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Q Rev Biol. 1989 Mar;64(1):1-30.

Origins and evolutionary relationships of retroviruses.

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Center for Molecular Genetics, University of California, San Diego, La Jolla 92093.


As is the case for some other RNA viruses, the amino acid sequences of retroviral proteins change at an astonishing rate. For example, the proteases of the human immunodeficiency virus (HIV) and the visna lentivirus with which it is often compared are as different as the proteases of fungi and mammals, and those of the human type I leukemia virus are as different from HIV or visna as are the proteins of humans and bacteria. That the sequences of retrovirus proteins can be recognized as sharing common ancestry with non-retroviral proteins implies that the vastly accelerated change has begun only recently or occurs very sporadically. Only a scheme whereby exogenous retroviruses exist as short-lived bursts upon a backdrop of germline-encoded endogenous viruses is consistent with the sequence data. Retroviruses are related to many other reverse transcriptase-bearing entities present in the genomes of eukaryotes. They also have proteins that are homologous with those of some plant and animal DNA viruses, and their reverse transcriptase is recognizably similar to sequences found in the introns of some fungal mitochondria. Computer alignment of all these sequences allows an overall phylogeny to be constructed that chronicles the history of events leading to infectious retroviruses.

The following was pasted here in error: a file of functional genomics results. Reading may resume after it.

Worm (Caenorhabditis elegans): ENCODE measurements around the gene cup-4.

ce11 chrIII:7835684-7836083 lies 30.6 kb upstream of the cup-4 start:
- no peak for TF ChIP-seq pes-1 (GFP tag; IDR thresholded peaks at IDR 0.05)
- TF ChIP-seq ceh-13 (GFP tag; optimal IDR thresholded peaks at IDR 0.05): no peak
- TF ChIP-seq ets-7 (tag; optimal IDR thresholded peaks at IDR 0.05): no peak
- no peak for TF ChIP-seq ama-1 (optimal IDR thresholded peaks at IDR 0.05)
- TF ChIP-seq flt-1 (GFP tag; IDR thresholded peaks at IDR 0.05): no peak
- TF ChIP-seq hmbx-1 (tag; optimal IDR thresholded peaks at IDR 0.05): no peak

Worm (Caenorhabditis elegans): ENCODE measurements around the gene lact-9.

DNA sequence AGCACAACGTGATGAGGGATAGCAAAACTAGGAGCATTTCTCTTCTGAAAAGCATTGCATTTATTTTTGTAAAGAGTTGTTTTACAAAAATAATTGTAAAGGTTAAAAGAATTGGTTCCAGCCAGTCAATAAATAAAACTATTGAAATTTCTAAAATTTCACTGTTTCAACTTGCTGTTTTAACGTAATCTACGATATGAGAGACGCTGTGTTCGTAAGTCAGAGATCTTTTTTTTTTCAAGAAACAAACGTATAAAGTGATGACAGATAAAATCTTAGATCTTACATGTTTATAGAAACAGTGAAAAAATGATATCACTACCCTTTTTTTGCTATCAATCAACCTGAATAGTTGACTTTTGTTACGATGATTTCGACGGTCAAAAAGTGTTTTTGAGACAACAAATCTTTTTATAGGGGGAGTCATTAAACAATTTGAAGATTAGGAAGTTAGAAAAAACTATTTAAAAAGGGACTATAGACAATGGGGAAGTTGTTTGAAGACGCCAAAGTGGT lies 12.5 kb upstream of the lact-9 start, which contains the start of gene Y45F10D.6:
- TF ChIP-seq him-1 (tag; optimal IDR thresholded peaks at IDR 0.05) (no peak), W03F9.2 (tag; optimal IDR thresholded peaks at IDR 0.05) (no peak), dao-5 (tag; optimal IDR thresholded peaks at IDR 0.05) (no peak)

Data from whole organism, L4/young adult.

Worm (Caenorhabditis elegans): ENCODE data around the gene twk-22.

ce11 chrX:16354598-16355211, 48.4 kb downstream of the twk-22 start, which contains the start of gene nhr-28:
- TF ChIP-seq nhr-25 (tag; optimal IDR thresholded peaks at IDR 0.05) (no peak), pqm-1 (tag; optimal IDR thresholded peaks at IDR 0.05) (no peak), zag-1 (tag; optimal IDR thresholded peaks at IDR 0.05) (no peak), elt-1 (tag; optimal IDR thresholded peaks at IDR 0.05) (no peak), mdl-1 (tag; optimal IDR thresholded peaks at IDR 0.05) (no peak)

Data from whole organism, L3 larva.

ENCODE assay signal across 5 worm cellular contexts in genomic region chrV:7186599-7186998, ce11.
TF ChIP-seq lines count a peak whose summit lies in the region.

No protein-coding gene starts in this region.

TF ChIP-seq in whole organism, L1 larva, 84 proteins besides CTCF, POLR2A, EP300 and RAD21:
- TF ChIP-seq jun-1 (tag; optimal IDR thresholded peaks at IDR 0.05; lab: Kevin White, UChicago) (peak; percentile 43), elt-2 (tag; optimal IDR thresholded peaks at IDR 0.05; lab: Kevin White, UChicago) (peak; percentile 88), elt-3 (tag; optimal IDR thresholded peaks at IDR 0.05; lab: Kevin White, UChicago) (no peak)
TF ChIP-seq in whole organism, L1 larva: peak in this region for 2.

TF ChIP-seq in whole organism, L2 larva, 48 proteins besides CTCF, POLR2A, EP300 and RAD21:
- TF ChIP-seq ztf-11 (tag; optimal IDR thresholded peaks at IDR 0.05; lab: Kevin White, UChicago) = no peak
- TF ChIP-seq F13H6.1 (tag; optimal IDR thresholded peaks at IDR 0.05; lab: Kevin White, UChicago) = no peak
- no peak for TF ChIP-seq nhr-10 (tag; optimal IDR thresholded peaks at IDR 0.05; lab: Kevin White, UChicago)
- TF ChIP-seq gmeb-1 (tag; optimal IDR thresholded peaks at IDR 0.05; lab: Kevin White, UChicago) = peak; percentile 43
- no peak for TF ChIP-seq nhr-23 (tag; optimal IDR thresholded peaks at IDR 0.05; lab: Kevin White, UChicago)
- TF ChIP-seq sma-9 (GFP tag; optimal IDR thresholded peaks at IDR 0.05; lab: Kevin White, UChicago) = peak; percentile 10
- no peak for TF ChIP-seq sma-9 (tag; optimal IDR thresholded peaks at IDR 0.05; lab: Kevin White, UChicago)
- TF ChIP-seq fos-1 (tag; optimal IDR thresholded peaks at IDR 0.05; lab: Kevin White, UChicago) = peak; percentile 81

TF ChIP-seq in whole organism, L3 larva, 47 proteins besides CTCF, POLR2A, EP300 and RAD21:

[Indexed for MEDLINE]

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